Decree of the President of Russia

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An Ukase of the President of the Russian Federation (Russian: Указ Президента Российской Федерации) or Executive Order (Decree) of the President of Russia[1][2] is a legal act (ukase) with the status of a by-law made by the Russian president.

According to the Constitution of Russia, the President of Russia may issue decrees (Ukases, Russian: Указ or Rasparyazhenya, Russian: Pаспоряжения) which are legally binding acts and have the force of law. The decrees have supreme legal force after the Russian Constitution and laws.[3] As normative legal acts, such ukazes have the status of by-laws in the hierarchy of legal acts (along with Decrees of the Government of the Russian Federation and instructions and directions of other officials). Presidential decrees may not alter existing laws of higher precedence - Russia's international agreements, the Constitution of Russia, Federal Constitutional Laws, Federal Laws, and laws of Russian regions - and may be superseded by any of these laws. For example, thanks to Article 15 of the Constitution of Russia, the European Convention on Human Rights, as an international document, has higher status than any Russian law or presidential executive order.[4]

History[edit]

The annual number of decrees exceeded 1,000 throughout the post-communist period. Even before the institutional frameworks enacted by the 1993 Constitution of Russia, which awarded the president very considerable decree powers, came into place, President Boris Yeltsin actively started to use this policy instrument to consolidate the powers of his newly created office and to implement policies for which he lacked both legislative and broad societal support.[5]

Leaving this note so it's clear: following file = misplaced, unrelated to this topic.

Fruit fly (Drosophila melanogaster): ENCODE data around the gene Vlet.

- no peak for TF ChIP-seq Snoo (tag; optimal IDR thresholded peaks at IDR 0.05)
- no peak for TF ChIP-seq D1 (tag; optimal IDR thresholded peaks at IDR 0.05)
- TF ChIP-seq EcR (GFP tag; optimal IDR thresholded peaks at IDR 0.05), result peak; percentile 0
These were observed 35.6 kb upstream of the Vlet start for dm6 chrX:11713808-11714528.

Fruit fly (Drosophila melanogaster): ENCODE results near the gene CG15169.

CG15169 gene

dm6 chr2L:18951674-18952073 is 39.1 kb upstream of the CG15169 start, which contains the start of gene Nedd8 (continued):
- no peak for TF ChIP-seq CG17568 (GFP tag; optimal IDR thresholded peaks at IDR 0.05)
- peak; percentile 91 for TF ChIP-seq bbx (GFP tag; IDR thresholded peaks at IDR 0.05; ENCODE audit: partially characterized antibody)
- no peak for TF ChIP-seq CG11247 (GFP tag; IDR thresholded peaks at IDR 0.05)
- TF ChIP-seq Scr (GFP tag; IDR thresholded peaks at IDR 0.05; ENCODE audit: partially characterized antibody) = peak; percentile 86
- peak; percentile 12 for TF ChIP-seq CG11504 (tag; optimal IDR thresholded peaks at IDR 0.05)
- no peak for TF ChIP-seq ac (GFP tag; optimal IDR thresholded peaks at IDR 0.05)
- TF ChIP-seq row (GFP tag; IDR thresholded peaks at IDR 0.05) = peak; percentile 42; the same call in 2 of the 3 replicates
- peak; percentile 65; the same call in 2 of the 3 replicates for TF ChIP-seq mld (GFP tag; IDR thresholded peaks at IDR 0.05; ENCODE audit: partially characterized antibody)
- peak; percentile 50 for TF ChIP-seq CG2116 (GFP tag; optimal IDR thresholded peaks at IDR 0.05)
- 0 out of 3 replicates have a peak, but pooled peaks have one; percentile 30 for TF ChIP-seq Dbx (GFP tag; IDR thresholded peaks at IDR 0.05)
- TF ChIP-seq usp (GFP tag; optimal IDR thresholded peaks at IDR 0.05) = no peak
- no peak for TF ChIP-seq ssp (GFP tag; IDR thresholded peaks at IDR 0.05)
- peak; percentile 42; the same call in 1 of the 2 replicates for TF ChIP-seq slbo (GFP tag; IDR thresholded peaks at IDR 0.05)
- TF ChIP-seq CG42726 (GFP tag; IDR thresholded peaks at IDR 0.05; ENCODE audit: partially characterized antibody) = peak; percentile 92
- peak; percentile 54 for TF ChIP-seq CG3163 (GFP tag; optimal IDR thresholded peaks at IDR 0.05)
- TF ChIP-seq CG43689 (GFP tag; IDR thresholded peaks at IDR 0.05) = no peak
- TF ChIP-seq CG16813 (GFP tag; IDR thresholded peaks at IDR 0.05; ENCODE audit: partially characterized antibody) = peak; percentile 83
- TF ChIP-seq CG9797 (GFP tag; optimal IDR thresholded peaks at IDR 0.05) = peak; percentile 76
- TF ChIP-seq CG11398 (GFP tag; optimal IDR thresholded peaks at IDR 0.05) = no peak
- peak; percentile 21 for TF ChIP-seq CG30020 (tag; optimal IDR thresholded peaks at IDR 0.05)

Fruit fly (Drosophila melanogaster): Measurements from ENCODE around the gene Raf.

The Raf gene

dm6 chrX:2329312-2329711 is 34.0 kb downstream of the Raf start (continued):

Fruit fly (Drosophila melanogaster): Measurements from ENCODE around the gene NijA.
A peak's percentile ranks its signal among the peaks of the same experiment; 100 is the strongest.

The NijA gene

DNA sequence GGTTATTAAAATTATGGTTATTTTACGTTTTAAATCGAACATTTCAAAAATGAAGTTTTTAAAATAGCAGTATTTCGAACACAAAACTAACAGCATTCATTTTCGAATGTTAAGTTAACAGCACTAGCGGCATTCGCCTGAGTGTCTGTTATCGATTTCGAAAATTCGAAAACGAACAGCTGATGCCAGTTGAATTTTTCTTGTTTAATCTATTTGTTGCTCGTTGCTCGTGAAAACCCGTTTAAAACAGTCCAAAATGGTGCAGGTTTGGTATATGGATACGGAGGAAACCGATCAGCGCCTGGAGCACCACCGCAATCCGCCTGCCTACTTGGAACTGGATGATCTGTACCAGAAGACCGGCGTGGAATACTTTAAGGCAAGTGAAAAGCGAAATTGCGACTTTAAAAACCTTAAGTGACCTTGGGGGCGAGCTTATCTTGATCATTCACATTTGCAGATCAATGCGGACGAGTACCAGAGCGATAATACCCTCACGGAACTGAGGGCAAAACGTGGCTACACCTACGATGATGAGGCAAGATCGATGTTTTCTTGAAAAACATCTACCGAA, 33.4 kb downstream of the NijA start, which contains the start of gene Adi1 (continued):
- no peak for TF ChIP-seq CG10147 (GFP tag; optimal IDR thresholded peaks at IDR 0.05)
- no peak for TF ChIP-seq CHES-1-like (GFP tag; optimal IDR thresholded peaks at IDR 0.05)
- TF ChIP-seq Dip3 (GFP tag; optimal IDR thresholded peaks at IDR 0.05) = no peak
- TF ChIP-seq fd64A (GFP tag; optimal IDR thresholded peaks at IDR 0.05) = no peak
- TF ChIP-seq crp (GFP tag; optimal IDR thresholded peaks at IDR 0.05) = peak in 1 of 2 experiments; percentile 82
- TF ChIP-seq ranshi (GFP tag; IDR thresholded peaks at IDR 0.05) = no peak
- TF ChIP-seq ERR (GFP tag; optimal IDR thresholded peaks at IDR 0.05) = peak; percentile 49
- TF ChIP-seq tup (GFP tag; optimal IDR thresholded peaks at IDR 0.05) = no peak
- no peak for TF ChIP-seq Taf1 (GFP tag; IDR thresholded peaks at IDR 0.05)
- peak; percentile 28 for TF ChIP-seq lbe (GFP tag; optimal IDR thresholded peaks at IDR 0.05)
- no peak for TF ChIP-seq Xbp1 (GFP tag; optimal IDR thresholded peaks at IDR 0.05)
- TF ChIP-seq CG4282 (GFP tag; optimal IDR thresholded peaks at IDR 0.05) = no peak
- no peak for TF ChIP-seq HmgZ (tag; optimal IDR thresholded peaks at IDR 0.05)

Types of decrees[edit]

Acts of the President of a normative character take effect across the whole territory of the Russian Federation seven days after the date of first publication. Other acts of the President, including acts containing state secrets or confidential information, take effect from the date of signing.

The policy-related decrees include decrees with broad normative or regulatory scope and decrees with a much narrower scope.[6] Another type of decree regards appointments. Appointments are an indirect but often very effective way for the President to influence policies. The President issues decrees to appoint cabinet ministers, heads of the various central government agencies, top civil servants, military and security apparatus leaders, the top management of some state-owned industries, judges, diplomats, and the country's representatives to international organizations. The President may also make a number of appointments at the regional level. The Russian constitution does not specify rules regarding deputy ministerial appointments. The fact that the President may choose to interpret them differently is primarily a function of his political strength.[7]

References[edit]

  1. ^ The English term "Executive Order" is also used by official website as equivalent of Russian ukaz. See in Russian or in English
  2. ^ For example: http://eng.kremlin.ru/acts/5331
  3. ^ Конституции России // Глава 4. Президент Российской Федерации.
  4. ^ "Universally recognized principles and norms of international law as well as international agreements of the Russian Federation should be an integral part of its legal system. If an international agreement of the Russian Federation establishes rules, which differ from those stipulated by law, then the rules of the international agreement shall be applied."
  5. ^ Parrish, ‘Presidential Decree Authority …’; Huskey, Presidential Power in Russia; Paul Kubicek, ‘Delegative Democracy in Russia and Ukraine’, Communist and Post-Communist Studies, 27, 4, 1994, pp. 423–439.
  6. ^ Scott Parrish, ‘Presidential Decree Authority in Russia, 1991–1995’
  7. ^ William Mishler, John P. Willerton & Gordon B. Smith, "Hegemony or Rivalry? Laws, Decrees and the Dynamics of Legislative–Executive Relations in the Russian Federation"

External links[edit]